“When I was farm director [from 1969 to 1974] I talked every day to scouting director Walter Shannon,” Pries recalled, sharing a fond memory of the man who was his first and most important baseball mentor. Before coming to Baltimore, Shannon spent 27 years in the St. Louis Cardinals organization, where he learned the game and the importance of attention to every detail from Branch Rickey. In 1951 Pries had his one encounter with Rickey and was stunned that the baseball wizard knew that six years earlier Pries had hit .315 for a Batavia, New York farm club.
Pries cannot give enough praise to Shannon, whom he says was years ahead of other baseball people in his advanced knowledge of baseball mechanics and the mental side of the game. “He was calling for the use of cross-checkers as early as the 1950s.” As farm director, Pries wrote three huge manuals of instruction that managers and coaches, players, and scouts were required to know thoroughly. Night sessions were held during spring training, and players were expected to know where they were supposed to be on the field on every play.
Pries looks back with pride on many of his successful recommendations to the Orioles. He urged the drafting of Eddie Murray in the third round of 1973. The “catcher who couldn’t catch” was converted into a switch-hitting first baseman by astute Oriole player developers, notably Cal Ripken Sr., and was on his way to the Hall of Fame. Pries also recommended that the Orioles draft USC shortstop Rich Dauer with the no. 1 pick in the 1974 draft. Dauer, who converted to second base, started on the Orioles’ World Series teams in 1979 and 1983.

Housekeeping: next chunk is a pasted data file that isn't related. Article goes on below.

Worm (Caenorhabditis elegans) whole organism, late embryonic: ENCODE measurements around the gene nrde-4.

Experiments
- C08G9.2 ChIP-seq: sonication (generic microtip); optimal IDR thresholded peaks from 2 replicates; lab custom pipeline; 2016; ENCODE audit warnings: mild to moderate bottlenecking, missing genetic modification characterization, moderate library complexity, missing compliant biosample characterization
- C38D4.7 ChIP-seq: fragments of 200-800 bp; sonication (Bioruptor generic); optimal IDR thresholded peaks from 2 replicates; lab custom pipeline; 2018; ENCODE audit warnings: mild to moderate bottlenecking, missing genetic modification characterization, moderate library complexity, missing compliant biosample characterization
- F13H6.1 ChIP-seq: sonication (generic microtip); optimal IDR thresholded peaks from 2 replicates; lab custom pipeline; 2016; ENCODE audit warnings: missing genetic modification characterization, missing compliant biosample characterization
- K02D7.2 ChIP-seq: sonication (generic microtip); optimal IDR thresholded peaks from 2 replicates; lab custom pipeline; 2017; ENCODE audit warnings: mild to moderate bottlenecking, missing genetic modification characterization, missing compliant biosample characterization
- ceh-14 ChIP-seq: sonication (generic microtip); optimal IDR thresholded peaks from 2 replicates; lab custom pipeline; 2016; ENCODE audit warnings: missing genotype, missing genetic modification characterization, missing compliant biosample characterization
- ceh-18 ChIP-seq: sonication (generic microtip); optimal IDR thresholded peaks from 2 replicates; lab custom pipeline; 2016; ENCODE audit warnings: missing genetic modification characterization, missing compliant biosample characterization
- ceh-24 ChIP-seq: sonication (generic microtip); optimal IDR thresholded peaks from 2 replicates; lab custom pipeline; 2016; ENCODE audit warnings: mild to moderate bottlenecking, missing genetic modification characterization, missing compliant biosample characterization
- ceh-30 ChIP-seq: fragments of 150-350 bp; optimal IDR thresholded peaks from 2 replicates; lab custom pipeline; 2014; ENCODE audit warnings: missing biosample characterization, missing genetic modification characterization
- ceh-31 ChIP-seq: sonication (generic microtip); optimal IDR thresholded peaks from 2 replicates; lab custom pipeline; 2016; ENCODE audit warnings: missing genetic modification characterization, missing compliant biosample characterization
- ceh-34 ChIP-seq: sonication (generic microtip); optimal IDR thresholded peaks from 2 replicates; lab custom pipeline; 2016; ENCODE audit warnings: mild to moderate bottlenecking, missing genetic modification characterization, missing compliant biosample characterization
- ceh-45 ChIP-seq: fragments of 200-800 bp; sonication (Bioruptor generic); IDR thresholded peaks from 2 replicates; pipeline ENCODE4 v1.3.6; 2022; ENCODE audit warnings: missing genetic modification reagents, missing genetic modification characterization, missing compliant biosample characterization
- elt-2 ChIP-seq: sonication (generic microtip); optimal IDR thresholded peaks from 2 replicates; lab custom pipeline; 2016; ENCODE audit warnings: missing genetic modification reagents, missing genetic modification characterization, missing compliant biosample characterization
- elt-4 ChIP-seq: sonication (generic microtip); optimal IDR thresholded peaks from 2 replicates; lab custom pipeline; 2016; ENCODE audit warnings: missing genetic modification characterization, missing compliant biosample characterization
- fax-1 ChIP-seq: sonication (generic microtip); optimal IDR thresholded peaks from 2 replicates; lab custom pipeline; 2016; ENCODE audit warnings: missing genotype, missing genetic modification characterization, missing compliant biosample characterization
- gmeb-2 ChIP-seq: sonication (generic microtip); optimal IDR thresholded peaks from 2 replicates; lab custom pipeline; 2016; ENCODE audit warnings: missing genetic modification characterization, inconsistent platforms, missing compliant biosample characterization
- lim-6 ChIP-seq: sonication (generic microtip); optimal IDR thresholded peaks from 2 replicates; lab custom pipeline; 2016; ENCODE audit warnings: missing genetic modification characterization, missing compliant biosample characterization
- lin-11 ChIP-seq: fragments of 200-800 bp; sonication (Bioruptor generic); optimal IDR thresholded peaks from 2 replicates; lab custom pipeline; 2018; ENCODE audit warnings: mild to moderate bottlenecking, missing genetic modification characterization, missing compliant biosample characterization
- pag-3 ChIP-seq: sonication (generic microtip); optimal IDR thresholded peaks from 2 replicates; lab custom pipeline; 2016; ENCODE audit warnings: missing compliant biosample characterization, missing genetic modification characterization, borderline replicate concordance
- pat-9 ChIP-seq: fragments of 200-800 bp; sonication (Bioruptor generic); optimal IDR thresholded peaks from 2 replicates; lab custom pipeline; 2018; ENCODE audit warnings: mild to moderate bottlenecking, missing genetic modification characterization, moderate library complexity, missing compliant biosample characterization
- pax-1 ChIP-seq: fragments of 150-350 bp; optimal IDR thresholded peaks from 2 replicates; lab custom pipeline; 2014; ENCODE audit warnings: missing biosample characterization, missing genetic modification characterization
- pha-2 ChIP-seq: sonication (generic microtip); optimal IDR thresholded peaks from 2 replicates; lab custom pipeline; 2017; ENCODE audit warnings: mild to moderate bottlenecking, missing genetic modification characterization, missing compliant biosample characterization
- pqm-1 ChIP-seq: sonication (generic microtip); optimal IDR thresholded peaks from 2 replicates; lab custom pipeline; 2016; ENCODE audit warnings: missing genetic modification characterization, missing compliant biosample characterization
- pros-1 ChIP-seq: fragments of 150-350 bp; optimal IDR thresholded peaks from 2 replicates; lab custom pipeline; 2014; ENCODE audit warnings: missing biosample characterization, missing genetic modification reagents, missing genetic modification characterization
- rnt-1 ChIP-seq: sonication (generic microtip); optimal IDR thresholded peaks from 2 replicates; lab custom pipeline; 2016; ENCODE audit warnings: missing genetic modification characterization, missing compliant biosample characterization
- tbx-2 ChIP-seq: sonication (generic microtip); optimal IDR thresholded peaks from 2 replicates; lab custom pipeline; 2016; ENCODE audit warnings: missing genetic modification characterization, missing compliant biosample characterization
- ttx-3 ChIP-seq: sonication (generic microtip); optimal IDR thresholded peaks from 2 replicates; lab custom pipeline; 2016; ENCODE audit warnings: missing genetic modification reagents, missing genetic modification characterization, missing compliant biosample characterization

Pries is also proud of his recommendation that the Orioles trade for the Expos’ switch-hitting right fielder Ken Singleton after the 1974 season. “I still remember the shock on Frank Cashen’s face when I told him to trade anybody but Brooks Robinson to get him,” Pries said. He had watched Singleton for a whole season in the National League and was convinced that he was a complete player on both sides of the ball. (Baltimore fans look back and sigh that if Singleton had only possessed average speed, he might be another Oriole in Cooperstown.)
All great scouts have strong opinions—that’s what they’re paid for—and Pries is not hesitant when asked about the One That Got Away.
He was a 16-year-old first baseman from the East Bay of Northern California whom Pries remembers as “a hard-nosed tough kid.” The scout knew that the Orioles seemed set with Boog Powell at first base (the player he had pitched batting practice to when Boog was still in high school). But projecting as a good scout must do, Pries envisioned that the teenager could handle left field capably.